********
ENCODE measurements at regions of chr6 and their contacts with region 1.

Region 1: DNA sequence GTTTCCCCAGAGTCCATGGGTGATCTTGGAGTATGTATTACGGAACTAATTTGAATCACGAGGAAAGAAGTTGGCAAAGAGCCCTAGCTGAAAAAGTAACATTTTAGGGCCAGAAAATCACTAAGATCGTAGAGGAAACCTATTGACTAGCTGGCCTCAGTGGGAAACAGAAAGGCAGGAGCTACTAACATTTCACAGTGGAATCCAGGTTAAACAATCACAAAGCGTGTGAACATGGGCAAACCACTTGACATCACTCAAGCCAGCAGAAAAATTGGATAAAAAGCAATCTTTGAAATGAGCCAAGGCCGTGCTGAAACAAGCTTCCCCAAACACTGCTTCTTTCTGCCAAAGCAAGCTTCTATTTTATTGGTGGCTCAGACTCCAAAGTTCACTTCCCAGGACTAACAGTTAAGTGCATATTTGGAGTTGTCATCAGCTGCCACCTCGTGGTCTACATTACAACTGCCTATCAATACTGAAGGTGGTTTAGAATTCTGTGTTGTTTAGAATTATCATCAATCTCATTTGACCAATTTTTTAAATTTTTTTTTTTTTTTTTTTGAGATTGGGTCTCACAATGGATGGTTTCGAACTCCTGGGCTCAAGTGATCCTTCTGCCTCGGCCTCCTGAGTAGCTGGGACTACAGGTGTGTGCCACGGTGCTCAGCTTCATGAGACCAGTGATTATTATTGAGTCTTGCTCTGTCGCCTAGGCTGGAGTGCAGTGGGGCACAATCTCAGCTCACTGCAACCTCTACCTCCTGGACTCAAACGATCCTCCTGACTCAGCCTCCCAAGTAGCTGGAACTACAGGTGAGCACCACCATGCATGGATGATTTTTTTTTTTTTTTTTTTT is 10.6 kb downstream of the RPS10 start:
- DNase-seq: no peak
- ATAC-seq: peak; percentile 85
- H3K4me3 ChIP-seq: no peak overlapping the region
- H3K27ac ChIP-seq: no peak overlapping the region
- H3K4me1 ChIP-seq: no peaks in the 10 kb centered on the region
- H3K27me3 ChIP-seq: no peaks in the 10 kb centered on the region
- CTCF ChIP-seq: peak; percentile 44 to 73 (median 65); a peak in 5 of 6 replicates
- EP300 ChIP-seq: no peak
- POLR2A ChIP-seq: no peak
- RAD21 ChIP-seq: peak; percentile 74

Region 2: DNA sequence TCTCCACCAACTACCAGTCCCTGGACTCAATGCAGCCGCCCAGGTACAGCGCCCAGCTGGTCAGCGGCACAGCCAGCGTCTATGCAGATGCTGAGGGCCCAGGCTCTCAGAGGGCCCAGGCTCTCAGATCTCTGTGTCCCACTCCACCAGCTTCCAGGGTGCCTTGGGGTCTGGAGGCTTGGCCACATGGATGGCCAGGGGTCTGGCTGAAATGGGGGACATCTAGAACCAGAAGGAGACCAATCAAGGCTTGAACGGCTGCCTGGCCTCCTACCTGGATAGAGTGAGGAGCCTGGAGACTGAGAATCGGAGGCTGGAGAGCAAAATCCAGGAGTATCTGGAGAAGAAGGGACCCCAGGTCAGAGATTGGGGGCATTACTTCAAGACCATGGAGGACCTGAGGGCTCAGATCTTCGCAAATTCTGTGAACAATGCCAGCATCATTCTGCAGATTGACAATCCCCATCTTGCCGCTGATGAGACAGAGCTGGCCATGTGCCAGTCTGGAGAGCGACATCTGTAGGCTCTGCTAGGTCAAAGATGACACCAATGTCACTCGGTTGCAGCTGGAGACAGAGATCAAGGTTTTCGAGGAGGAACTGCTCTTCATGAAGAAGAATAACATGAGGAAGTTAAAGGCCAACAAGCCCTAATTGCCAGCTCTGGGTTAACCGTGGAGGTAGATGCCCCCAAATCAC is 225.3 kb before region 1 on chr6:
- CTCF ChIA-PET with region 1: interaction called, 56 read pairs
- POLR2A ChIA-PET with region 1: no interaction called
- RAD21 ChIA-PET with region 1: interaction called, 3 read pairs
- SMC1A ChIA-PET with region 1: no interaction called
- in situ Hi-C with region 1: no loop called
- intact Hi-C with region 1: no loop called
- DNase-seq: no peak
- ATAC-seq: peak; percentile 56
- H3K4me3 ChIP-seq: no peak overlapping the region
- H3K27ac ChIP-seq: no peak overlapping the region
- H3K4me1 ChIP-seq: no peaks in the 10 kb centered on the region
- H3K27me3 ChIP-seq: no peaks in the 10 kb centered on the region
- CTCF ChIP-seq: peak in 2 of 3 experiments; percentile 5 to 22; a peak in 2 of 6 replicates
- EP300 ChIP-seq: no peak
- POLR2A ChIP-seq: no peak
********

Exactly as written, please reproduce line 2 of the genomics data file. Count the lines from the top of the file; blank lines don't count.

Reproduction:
Region 1: DNA sequence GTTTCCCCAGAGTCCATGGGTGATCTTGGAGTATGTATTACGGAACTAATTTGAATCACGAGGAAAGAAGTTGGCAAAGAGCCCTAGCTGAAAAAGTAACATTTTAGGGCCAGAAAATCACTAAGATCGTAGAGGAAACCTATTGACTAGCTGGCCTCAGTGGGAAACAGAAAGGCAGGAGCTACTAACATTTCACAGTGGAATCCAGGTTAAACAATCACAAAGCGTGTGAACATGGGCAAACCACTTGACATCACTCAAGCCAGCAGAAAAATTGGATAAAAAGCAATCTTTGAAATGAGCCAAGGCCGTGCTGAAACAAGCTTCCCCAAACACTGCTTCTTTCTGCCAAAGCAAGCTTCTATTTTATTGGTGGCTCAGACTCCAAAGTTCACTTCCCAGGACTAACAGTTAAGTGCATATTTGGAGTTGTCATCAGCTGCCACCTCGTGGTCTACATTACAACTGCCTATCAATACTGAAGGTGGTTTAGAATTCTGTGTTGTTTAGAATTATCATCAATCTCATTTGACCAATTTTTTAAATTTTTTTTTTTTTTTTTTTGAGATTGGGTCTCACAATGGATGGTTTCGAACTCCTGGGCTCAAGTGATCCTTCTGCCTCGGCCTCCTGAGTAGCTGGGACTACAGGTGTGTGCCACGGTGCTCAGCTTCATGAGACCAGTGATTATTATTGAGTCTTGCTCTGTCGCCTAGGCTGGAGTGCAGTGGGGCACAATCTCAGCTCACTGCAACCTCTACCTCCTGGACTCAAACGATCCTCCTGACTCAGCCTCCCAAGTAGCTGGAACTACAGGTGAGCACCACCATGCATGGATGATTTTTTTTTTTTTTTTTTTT is 10.6 kb downstream of the RPS10 start: